Bigger Than Me: How Aaron Pete is building community and connection
If you were to go back in time and talk to Aaron Pete’s teachers, most would have predicted that their sometimes-slacking, homework-forgetting student wouldn’t have graduated high school.
That, at least, was a 24-year-old Pete’s best guess at how he was viewed a decade earlier. And the feelings were mutual.
“I didn’t like them and they didn’t like me, a lot of them,” he recalled in 2020.
Today, it’s hard to imagine not liking the affable and super-polite Pete. It’s also hard to imagine he once displayed a lack of personal drive and direction.
But it can be hard for any young person to figure out where they’re headed and how to get there. When your fridge is often empty, and when your family and your neighbours are just trying to get by, the obvious endpoints are not law school, board meeting rooms, and the backrooms of businesses that need your help.
In the beginning
Pete didn’t have an easy youth. And although he now will point out that isn’t unique—that most people face challenges they must overcome—Pete’s were more challenging than most. Although his mother hailed from the Chawathil First Nation, Pete, like many Indigenous youth, grew up off-reserve. In his case, that was in poverty in central Chilliwack. His family, meanwhile, was still dealing with the legacy of residential schools and the Sixties Scoop.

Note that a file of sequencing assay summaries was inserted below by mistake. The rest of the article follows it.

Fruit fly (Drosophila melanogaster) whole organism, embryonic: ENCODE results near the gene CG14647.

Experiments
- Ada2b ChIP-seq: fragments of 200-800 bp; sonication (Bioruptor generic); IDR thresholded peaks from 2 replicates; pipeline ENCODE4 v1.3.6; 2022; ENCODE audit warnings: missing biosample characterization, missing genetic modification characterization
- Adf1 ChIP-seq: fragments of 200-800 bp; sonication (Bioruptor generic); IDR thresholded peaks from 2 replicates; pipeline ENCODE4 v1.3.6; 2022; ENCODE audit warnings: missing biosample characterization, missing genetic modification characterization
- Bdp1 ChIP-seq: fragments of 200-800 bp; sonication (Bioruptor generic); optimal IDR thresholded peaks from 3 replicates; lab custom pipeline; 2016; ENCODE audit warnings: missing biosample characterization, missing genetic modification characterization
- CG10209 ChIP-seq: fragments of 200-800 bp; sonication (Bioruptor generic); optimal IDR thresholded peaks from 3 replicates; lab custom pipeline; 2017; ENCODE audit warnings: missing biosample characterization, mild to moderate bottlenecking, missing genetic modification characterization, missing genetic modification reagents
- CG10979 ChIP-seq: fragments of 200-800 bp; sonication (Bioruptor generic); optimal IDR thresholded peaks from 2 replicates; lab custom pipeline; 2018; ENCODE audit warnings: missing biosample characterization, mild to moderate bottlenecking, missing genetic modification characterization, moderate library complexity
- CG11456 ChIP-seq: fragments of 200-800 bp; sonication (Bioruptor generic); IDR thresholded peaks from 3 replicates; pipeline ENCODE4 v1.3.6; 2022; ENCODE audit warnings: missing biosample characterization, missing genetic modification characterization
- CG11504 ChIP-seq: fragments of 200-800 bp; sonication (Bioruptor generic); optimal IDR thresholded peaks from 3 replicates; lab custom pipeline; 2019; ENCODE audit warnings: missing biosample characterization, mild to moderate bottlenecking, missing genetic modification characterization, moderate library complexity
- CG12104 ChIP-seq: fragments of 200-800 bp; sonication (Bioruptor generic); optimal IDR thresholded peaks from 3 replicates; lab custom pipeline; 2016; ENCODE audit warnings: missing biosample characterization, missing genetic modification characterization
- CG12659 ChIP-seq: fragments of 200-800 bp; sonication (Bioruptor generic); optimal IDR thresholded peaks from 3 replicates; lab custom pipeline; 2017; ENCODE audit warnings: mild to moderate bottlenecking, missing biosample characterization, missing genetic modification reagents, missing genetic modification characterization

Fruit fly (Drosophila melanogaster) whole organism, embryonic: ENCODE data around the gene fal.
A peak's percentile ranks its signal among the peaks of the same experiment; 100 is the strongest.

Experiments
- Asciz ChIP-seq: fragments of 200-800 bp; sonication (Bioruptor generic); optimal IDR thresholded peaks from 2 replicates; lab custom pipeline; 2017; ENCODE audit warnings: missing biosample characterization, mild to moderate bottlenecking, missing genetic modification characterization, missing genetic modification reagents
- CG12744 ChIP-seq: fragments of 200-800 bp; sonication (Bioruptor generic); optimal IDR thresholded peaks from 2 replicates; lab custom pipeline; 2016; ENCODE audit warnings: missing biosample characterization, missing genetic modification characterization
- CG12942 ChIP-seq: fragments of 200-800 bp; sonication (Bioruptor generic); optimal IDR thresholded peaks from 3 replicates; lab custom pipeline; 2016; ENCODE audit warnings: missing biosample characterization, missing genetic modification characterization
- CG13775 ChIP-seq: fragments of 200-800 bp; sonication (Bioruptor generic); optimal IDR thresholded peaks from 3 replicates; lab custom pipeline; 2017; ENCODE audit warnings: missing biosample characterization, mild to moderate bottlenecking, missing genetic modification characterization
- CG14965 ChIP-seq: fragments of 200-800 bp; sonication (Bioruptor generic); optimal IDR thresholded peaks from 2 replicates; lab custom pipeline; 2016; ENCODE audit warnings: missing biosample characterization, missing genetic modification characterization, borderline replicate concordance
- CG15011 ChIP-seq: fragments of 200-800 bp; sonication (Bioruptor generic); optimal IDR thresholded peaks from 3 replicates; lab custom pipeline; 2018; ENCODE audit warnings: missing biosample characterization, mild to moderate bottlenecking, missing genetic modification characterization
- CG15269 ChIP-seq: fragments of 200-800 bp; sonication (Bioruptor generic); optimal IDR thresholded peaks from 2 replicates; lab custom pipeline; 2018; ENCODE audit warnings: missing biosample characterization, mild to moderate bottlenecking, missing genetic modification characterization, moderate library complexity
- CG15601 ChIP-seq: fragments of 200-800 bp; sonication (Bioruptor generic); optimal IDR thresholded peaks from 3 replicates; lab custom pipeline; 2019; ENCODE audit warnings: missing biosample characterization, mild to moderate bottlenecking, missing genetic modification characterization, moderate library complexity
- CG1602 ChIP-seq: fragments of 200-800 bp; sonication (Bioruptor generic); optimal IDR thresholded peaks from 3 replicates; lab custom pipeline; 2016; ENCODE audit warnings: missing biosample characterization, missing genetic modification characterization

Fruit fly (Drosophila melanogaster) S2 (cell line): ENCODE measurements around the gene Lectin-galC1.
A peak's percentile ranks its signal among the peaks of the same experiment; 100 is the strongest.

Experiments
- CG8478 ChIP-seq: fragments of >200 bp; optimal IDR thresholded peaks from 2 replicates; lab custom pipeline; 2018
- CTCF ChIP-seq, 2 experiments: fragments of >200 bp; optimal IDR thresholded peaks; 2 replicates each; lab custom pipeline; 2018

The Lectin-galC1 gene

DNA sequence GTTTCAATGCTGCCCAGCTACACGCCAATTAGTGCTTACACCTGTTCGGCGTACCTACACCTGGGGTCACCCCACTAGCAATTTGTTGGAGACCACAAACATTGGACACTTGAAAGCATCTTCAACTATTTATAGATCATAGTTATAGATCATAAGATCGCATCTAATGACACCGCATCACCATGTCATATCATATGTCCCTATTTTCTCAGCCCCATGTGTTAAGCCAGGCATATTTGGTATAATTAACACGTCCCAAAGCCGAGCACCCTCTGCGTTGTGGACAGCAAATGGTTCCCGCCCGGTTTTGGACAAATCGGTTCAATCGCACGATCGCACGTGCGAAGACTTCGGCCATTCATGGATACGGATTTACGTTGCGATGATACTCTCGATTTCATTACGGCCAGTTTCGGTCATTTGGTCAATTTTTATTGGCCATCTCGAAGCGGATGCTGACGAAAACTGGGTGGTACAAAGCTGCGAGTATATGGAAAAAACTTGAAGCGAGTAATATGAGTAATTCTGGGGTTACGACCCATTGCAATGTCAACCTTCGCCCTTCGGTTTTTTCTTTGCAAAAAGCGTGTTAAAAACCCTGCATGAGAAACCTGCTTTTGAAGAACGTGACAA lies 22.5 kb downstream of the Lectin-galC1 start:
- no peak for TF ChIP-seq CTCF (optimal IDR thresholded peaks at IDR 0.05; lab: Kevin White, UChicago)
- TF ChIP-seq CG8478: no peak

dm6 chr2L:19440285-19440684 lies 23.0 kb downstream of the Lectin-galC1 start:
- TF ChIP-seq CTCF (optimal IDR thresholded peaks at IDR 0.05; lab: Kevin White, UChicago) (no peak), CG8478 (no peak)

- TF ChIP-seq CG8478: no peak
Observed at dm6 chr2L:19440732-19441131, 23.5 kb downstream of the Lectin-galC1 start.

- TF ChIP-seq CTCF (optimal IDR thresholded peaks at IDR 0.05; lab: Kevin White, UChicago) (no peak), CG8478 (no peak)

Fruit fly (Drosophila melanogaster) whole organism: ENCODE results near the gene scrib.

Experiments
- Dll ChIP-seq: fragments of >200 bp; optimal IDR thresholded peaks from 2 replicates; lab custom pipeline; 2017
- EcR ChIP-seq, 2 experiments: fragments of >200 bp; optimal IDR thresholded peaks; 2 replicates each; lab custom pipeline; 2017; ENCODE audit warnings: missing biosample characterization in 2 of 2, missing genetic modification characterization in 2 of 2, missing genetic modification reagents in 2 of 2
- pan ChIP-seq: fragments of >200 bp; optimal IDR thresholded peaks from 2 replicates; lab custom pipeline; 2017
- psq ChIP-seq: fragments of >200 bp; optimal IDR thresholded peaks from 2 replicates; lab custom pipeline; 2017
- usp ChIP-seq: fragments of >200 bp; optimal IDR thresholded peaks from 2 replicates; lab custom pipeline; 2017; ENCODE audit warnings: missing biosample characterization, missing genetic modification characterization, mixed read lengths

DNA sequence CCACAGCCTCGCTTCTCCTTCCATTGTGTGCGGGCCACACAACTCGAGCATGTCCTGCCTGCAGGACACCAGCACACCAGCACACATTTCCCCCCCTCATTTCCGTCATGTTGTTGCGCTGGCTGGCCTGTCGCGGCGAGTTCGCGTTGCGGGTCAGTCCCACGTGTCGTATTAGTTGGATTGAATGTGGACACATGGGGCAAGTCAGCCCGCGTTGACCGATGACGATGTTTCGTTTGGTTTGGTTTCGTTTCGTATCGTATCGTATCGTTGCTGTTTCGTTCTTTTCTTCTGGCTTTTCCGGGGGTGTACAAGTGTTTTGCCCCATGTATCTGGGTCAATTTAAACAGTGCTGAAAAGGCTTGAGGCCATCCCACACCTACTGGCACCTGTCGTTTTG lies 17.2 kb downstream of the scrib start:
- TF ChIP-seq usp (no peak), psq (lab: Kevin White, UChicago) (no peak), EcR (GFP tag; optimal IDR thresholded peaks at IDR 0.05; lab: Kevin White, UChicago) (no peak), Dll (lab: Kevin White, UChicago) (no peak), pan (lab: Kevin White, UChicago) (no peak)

He had people looking out for him all around the Wellington Avenue area where he grew up. But he also struggled to sort out just where he was going to go, and what he was going to do with his life.
In Grade 8, after a year spent ignoring his homework, he had been relegated to a class for low achievers. Although he was shaken from that stupor by a teacher’s expectations and support, even when he made it to university, he would fall asleep in class when he should be learning.
Pete was smart. But looking back, he said he felt the need to overcompensate for where he came from.
“I pretended to know things,” he later recalled. “I tried to sound smarter than I was just to cope with the fact that I really felt like I was directionless.”
He was always articulate, he said. But it wasn’t always a talent he used for good.
“It was saying facts I didn’t really understand; it was trying to hold positions I didn’t really understand and almost grandstanding in a dishonest way,” he said.
“There was a part of me inside saying, like, ‘No, you don’t really know what you’re talking about. Right now, you’re saying things because they sound smart, but they aren’t smart.’”
Of course, those habits are not exactly unique in a teenager, whatever their circumstances. Over time, Pete began to mature. And like a lot of young people, Pete eventually came to the realization that he needed to shut up, seek out role models, and start listening.
By his early 20s, he was thriving—and self-aware. He was also increasingly conscious that while he had support from many, he could have used more role models when he was younger.